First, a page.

Experience in treatments. For more than 60 years, doctors trained in heart conditions (cardiologists) at Mayo Clinic have evaluated and treated adults with congenital heart disease. Heart surgeons (cardiovascular surgeons) have extensive experience treating congenital heart diseases.
Each year, doctors evaluate and treat more than 9,000 adults and children with congenital heart disease.
- Specialized, ongoing care. Each Mayo Clinic location offers treatment for adults with congenital heart disease. Staff in the Center for Congenital Heart Disease at Mayo Clinic in Minnesota treats adults with all types of congenital heart disease.
- Experience in transplants. When needed, Mayo Clinic also offers an experienced heart transplant program. Cardiologists, heart surgeons and other specialists work together closely on a daily basis to care for people with congenital heart disease.
Why choose Mayo Clinic
Mayo Clinic in Rochester, Minn., is ranked among the Best Hospitals for heart and heart surgery by U.S. News & World Report.
Mayo Clinic: Answers you can trust
At Mayo Clinic, we assemble a team of specialists who take the time to listen and thoroughly understand your health issues and concerns. We tailor the care you receive to your personal health care needs. You can trust our specialists to collaborate and offer you the best possible outcomes, safety and service.
Mayo Clinic is a not-for-profit medical institution that reinvests all earnings into improving medical practice, research and education. We're constantly involved in innovation and medical research, finding solutions to improve your care and quality of life. Your doctor or someone on your medical team is likely involved in research related to your condition.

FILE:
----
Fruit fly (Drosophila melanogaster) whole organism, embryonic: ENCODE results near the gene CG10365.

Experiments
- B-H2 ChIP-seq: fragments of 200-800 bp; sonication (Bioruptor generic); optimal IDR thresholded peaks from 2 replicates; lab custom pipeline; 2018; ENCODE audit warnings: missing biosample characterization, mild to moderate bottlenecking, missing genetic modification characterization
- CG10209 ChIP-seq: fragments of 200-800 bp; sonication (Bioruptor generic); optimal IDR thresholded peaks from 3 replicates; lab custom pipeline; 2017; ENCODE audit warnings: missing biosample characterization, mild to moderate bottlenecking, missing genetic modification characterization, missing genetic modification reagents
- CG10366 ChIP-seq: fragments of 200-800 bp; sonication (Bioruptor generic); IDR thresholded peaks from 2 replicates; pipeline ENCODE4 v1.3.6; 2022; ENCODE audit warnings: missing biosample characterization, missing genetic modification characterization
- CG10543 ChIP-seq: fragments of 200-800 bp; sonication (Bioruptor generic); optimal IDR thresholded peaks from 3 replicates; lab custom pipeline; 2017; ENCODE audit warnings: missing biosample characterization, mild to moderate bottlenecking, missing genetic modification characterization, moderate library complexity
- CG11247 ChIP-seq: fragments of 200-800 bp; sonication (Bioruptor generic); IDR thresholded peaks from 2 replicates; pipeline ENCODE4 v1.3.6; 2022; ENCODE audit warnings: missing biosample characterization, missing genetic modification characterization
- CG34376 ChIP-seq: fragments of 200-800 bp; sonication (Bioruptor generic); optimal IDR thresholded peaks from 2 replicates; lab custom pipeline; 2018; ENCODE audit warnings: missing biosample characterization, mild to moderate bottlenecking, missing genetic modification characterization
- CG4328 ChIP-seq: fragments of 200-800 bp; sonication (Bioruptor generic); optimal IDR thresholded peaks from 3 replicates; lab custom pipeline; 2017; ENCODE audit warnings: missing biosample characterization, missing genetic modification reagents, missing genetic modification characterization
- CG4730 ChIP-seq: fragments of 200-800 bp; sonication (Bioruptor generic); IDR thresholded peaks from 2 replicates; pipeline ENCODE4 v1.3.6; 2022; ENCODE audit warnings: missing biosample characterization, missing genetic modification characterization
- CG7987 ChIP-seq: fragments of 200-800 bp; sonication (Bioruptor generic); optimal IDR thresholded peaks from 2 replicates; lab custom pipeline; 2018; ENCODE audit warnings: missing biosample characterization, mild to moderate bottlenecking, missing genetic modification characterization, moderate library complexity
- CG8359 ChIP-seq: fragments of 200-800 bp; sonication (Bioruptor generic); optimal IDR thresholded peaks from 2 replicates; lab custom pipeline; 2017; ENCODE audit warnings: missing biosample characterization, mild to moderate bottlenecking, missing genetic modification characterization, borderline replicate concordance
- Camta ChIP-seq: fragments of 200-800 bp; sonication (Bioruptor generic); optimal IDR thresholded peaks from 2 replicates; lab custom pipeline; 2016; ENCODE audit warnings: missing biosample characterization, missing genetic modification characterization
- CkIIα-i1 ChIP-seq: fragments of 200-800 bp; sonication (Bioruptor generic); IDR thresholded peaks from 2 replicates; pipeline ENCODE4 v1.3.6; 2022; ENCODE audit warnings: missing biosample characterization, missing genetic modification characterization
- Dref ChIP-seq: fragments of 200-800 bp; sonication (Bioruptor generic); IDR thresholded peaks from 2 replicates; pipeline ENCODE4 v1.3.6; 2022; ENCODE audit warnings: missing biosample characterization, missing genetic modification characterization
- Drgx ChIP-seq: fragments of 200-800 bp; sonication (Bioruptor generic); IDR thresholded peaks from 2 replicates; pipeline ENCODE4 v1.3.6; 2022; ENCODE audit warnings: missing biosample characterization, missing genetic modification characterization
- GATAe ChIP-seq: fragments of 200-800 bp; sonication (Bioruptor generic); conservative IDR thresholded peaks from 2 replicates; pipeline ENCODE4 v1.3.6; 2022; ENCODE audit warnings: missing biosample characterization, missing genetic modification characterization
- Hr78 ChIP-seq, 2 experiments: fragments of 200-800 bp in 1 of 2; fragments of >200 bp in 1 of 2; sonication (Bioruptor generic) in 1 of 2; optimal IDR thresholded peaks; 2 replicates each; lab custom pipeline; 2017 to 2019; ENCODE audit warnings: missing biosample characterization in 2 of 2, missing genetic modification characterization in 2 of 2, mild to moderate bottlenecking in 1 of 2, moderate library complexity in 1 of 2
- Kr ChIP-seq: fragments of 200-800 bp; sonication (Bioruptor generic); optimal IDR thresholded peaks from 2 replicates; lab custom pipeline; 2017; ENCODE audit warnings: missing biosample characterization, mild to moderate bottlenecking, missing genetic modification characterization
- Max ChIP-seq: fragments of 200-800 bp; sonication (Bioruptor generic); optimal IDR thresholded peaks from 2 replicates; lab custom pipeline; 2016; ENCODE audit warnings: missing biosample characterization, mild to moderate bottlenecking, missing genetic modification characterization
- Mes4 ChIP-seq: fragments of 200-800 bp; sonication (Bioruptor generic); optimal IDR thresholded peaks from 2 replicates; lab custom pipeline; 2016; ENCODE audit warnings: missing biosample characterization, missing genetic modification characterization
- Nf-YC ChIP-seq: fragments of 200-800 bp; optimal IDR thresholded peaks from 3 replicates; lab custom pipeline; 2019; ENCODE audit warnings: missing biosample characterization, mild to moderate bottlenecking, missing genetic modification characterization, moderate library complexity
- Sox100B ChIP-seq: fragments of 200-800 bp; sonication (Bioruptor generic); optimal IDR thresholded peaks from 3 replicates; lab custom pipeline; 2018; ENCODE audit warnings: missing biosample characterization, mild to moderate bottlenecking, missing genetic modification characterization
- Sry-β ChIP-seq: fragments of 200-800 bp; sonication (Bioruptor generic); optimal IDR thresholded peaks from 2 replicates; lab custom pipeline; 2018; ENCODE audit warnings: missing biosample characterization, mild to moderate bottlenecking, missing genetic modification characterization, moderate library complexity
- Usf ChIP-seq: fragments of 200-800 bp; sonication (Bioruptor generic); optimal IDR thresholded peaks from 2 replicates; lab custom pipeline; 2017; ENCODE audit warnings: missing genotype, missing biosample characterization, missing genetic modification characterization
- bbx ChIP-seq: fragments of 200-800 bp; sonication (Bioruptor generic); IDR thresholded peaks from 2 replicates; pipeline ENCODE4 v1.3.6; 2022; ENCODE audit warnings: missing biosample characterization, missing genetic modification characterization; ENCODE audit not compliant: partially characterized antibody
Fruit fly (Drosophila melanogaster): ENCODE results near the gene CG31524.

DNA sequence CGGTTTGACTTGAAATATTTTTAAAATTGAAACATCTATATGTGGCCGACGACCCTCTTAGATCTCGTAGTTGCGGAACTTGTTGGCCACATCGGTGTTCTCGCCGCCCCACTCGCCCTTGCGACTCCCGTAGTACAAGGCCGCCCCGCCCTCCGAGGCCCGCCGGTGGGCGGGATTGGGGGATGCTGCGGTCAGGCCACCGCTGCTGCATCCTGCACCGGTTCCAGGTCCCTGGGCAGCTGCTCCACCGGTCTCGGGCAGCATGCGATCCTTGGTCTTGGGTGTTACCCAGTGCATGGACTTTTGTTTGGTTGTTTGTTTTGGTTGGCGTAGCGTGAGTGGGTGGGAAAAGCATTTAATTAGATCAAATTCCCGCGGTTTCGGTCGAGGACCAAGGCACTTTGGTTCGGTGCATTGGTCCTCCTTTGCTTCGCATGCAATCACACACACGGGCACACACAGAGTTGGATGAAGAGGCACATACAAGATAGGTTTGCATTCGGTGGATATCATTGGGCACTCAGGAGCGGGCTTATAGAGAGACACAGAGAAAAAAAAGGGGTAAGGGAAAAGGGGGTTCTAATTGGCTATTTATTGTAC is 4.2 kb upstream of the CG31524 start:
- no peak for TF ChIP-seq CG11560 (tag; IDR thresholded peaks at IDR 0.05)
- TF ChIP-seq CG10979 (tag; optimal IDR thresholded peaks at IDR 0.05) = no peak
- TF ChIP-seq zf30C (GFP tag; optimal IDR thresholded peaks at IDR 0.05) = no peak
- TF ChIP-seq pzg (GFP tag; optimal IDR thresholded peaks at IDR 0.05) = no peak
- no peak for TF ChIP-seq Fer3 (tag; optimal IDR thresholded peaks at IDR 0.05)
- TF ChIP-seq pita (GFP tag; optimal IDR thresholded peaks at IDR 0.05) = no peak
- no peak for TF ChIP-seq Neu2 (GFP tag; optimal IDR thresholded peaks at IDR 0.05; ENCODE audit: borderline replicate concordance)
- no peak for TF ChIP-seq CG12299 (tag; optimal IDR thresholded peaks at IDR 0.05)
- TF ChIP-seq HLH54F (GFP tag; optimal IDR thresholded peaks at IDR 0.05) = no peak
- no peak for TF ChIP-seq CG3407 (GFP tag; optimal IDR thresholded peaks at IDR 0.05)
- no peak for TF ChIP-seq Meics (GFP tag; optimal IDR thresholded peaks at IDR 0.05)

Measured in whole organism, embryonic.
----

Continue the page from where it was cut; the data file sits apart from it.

Our patients tell us that the quality of their interactions, our attention to detail and the efficiency of their visits mean health care — and trusted answers — like they've never experienced.
Why Choose Mayo Clinic
What Sets Mayo Clinic Apart
May 08, 2014
- Bonow RO, et al. Braunwald's Heart Disease: A Textbook of Cardiovascular Medicine. 9th ed. Philadelphia, Pa.: Saunders Elsevier; 2012. http://www.clinicalkey.com. Accessed Dec. 20, 2013.
- Kempny A, et al. Meeting the challenge: The evolving global landscape of adult congenital heart disease. International Journal of Cardiology. 2013;168:5182.
- Zomer AC, et al. Adult congenital heart disease: New challenges. International Journal of Cardiology. 2013;168:105.
- What are congenital heart defects? National Heart, Lung, and Blood Institute. http://www.nhlbi.nih.gov/health/health-topics/topics/chd/. Accessed Dec. 20, 2013.
- Before pregnancy. American Diabetes Association. http://www.diabetes.org/living-with-diabetes/women/pregnant-women/before-pregnancy.html. Accessed Dec. 20, 2013.
- Overview of congenital cardiovascular anomalies. The Merck Manuals: The Merck Manual for Health Care Professionals. http://www.merckmanuals.com/professional/pediatrics/congenital_cardiovascular_anomalies/overview_of_congenital_cardiovascular_anomalies.html. Accessed Dec. 22, 2013.
- Lifestyle changes for heart failure. American Heart Association. http://www.heart.org/HEARTORG/Conditions/HeartFailure/PreventionTreatmentofHeartFailure/Lifestyle-Changes-for-Heart-Failure_UCM_306341_Article.jsp. Accessed Dec. 26, 2013.
- Goldman L, et al. Goldman's Cecil Medicine. 24th ed. Philadelphia, Pa.: Saunders Elsevier; 2012. http://www.clinicalkey.com. Accessed Dec. 20, 2013.
- Riggin EA. Decision Support System. Mayo Clinic, Rochester, Minn. Jan. 9, 2014.
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